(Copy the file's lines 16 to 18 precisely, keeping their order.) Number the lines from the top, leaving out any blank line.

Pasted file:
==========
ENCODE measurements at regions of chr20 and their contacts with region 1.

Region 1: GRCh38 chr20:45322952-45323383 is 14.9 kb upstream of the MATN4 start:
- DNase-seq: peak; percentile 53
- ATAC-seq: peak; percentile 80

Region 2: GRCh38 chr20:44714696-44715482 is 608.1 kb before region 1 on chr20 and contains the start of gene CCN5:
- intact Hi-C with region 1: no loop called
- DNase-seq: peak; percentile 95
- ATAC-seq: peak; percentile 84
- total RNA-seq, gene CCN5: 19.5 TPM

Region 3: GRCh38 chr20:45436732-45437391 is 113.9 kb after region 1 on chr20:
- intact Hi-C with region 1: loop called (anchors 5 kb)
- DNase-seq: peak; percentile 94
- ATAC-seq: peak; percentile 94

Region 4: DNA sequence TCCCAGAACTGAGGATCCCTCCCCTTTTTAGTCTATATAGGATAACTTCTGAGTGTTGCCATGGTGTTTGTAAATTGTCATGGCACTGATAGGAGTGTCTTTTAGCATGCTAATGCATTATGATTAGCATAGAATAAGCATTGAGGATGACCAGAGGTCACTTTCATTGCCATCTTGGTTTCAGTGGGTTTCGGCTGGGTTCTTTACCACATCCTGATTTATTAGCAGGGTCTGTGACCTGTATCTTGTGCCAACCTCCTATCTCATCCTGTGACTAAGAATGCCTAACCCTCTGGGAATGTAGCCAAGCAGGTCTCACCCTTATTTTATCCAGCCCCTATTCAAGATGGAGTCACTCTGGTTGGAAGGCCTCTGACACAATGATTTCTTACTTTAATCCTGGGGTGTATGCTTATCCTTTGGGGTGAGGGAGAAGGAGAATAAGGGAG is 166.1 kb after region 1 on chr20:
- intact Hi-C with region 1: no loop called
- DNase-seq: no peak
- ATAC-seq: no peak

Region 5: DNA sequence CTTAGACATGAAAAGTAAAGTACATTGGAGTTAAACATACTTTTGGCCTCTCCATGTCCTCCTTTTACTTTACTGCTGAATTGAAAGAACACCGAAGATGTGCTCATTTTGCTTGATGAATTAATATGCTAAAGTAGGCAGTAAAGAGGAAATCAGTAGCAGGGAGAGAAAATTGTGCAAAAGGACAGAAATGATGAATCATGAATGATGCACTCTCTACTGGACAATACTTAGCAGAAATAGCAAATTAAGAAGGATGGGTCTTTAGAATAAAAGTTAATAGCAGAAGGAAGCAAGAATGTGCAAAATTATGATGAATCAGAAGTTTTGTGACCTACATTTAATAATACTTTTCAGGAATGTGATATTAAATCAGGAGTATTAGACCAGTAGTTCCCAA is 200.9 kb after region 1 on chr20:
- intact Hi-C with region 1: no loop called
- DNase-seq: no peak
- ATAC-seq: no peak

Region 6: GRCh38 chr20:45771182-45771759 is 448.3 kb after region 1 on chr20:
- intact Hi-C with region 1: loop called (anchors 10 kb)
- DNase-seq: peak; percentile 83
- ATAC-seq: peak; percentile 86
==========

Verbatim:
- DNase-seq: no peak
- ATAC-seq: no peak

Region 5: DNA sequence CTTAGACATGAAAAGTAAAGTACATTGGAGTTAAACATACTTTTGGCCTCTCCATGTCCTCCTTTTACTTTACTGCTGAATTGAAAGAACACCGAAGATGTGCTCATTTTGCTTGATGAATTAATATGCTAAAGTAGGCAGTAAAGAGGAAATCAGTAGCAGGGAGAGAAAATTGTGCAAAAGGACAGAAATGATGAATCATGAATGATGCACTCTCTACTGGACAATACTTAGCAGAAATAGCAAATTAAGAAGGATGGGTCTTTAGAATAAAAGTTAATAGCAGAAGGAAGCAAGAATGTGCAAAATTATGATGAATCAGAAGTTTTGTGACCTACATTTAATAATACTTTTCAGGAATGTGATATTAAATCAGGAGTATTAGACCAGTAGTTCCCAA is 200.9 kb after region 1 on chr20: